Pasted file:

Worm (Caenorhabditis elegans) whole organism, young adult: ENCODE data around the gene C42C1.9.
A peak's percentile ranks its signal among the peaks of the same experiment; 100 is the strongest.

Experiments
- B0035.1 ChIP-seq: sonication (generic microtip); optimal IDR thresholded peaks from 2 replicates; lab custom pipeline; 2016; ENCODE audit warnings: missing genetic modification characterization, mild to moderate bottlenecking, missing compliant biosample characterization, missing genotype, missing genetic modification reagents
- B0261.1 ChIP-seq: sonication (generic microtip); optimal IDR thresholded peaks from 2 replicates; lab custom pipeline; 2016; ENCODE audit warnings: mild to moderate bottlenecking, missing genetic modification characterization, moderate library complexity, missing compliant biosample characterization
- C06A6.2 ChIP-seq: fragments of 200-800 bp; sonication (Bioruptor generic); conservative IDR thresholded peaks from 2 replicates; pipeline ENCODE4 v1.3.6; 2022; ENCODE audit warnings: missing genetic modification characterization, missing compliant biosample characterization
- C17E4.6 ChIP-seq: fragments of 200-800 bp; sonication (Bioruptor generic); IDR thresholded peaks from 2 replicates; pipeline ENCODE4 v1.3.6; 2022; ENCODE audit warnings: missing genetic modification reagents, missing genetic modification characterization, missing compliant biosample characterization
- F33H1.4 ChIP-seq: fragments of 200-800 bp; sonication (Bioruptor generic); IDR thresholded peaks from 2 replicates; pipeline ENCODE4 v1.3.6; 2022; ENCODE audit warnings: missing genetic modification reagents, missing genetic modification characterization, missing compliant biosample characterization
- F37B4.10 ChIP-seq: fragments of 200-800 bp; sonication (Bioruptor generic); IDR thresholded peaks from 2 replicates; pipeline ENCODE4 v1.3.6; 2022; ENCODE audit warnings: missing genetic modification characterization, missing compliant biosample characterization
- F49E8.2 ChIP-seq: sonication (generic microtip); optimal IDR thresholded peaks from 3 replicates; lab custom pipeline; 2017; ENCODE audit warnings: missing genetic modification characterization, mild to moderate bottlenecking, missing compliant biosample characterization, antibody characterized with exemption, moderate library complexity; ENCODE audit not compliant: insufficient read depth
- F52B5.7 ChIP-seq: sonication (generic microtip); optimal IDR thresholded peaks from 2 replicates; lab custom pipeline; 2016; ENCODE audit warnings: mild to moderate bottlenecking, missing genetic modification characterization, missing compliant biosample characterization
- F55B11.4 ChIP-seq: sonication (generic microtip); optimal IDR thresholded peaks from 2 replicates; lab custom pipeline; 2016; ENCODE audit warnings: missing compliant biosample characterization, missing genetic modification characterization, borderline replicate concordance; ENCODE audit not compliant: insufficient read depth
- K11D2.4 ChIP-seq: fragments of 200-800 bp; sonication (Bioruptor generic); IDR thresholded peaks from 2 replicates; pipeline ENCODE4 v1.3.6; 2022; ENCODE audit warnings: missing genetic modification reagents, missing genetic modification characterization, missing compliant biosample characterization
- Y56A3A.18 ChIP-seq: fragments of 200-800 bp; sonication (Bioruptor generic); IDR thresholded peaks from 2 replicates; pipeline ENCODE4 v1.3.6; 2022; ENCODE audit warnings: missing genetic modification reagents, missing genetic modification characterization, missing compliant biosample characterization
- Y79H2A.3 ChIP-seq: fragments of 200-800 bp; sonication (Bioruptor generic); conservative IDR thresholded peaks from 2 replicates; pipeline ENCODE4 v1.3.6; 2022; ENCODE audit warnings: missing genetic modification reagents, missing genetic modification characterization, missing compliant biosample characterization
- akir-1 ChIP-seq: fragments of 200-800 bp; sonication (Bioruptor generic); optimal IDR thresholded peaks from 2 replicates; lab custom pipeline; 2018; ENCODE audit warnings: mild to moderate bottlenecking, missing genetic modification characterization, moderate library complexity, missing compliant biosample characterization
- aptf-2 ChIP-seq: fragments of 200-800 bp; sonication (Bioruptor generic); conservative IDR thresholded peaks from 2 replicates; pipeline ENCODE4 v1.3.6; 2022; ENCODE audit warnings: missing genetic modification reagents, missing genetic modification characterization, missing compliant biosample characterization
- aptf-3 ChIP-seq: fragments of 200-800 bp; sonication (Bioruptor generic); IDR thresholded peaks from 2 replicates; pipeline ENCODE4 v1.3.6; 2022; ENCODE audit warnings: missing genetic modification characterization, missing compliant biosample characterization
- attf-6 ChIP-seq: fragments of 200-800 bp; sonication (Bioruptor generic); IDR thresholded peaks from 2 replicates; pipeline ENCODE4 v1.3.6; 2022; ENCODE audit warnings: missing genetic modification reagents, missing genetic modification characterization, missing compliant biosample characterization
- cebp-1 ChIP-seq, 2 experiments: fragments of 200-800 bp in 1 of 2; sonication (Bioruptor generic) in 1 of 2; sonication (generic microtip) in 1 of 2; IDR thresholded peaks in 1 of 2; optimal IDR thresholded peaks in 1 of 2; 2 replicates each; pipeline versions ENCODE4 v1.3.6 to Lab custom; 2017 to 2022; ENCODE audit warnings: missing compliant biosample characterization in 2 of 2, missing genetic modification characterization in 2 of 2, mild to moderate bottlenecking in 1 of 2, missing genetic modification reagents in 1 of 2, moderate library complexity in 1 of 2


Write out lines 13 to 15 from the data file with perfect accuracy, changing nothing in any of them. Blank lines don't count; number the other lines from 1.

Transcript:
- K11D2.4 ChIP-seq: fragments of 200-800 bp; sonication (Bioruptor generic); IDR thresholded peaks from 2 replicates; pipeline ENCODE4 v1.3.6; 2022; ENCODE audit warnings: missing genetic modification reagents, missing genetic modification characterization, missing compliant biosample characterization
- Y56A3A.18 ChIP-seq: fragments of 200-800 bp; sonication (Bioruptor generic); IDR thresholded peaks from 2 replicates; pipeline ENCODE4 v1.3.6; 2022; ENCODE audit warnings: missing genetic modification reagents, missing genetic modification characterization, missing compliant biosample characterization
- Y79H2A.3 ChIP-seq: fragments of 200-800 bp; sonication (Bioruptor generic); conservative IDR thresholded peaks from 2 replicates; pipeline ENCODE4 v1.3.6; 2022; ENCODE audit warnings: missing genetic modification reagents, missing genetic modification characterization, missing compliant biosample characterization